Democrats and Republicans are wary of trying to exploit a new report about the sharp drop in household wealth over the past 20 years.
The economic report, released just as the presidential race is heating up, was stunning: The Great Recession shrank Americans' wealth so much that, in 2010, median family net worth was no more than it had been in 1992 after adjusting for inflation.
Two decades of accumulated prosperity had vanished, mainly because of falling home prices, the Federal Reserve reported Monday. Surely this was fodder for Republican Mitt Romney's claim that President Barack Obama has presided over economic calamity and should be replaced.
Or, might it instead bolster Obama's argument that Republican President George W. Bush oversaw the collapse of American prosperity and handed the new administration an economic nightmare from which it is still trying to recover?
By late Tuesday, the smartest minds in both campaigns seemed to conclude that the guts of the report were too complex, too old and too tricky to exploit for political ends.
Obama made only a passing reference to it at a fundraiser in Maryland. "The plunge in housing prices," he said, has "put enormous strains on people all across the country."
"What we have been able to do over the last 3-1/2 years, after a decade in which we have been moving in the wrong direction, is to begin to point towards a trajectory where here in this country everybody is getting a fair shot," the president said.
Romney, asked about the Fed report on Fox News, gave a vague response. "People are having hard times in this country," he said. Obama, he said, should "go out and talk to people in the country and find out what's happening."
In his reply about a report that focused on household wealth, Romney avoided the word "wealth."
GOP insiders suggest it was no accident, pointing out that Romney _ who has a personal fortune estimated as high as $250 million _ isn't the best messenger to be talking about overall family wealth dropping.
The Fed's survey of family finances found that median net worth declined from $126,400 in 2007 to $77,300 in 2010. The median marks the point where half had more and half had less.
From a campaign standpoint, the report presented challenges for both parties. For starters, it's stuffed with statistics, talk of adjusting for inflation over 20 years, and discussions of "median" and "mean" averages.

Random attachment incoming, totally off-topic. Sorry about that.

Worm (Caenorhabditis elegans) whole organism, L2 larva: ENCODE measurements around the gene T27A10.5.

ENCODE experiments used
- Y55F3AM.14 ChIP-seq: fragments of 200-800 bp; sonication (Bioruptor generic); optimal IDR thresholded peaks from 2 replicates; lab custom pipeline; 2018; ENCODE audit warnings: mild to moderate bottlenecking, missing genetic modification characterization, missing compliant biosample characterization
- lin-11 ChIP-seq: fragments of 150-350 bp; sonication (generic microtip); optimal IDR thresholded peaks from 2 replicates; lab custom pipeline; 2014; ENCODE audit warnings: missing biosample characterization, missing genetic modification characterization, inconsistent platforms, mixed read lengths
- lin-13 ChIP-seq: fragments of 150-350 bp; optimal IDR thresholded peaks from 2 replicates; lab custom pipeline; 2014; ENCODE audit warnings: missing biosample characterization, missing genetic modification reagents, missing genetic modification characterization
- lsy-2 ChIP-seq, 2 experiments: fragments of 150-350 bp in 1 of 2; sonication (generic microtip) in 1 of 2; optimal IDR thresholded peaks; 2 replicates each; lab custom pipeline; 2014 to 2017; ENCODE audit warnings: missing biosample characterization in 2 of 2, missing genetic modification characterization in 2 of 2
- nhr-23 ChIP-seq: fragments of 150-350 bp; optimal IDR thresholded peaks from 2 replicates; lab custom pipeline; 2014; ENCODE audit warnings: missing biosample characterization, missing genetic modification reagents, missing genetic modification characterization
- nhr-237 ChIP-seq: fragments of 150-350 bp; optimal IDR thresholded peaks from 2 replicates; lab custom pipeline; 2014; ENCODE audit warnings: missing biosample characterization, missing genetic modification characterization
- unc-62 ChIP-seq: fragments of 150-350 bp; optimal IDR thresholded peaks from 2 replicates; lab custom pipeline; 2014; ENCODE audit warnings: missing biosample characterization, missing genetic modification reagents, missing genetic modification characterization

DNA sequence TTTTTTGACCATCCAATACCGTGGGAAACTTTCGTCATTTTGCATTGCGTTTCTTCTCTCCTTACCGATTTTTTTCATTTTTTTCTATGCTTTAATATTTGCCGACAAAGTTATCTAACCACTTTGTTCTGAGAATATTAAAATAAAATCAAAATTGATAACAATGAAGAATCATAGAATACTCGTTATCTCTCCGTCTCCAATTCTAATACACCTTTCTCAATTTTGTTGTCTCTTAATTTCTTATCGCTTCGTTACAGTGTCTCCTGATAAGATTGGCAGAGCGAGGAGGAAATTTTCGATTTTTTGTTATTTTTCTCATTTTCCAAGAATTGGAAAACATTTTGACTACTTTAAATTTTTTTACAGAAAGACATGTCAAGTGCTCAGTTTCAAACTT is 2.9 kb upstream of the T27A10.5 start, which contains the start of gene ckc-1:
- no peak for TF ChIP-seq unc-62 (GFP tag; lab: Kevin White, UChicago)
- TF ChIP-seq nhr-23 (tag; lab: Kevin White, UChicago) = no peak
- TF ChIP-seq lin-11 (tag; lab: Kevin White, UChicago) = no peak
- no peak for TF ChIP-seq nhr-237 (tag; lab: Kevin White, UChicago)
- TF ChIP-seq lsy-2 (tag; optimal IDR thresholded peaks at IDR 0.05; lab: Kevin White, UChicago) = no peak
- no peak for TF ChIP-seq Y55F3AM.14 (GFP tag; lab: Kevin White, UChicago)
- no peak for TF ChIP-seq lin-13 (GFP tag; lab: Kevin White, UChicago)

The study did not go beyond 2010, so it captured a relatively brief period in which Obama's policies were in full effect. The report noted, "The survey data are largely unaffected by changes in economic activity since 2011 _ in particular, the rise in the market price of corporate equities, the relative stabilization of house prices and the start of a decline in the unemployment rate."
Some Republicans say it would be hard for Republicans to exploit the findings considering that much of the period studied was in the Bush and Clinton years. These Republicans say no one will buy that it's Bill Clinton's fault and blaming Bush gives Obama an opening.
Obama's allies, meanwhile, seemed reluctant to pursue that opening, with some Democrats saying that party strategists decided it was too complicated and too risky to invite voters to blame previous presidents, but not Obama, for the drop in family fortunes.
For months, Obama has walked a careful line. He reminds voters that the economic collapse was in full fury when he took office in January 2009. But he agrees that he must shoulder much of the responsibility for where the economy goes from here.
Republican consultant Chris LaCivita said the Fed's report is not destined to play a big role in the campaign. "Overall, it's just another bullet point in a growing list of bullet points of how bad things really are," he said. "And that should be used to demonstrate the need for economic change."
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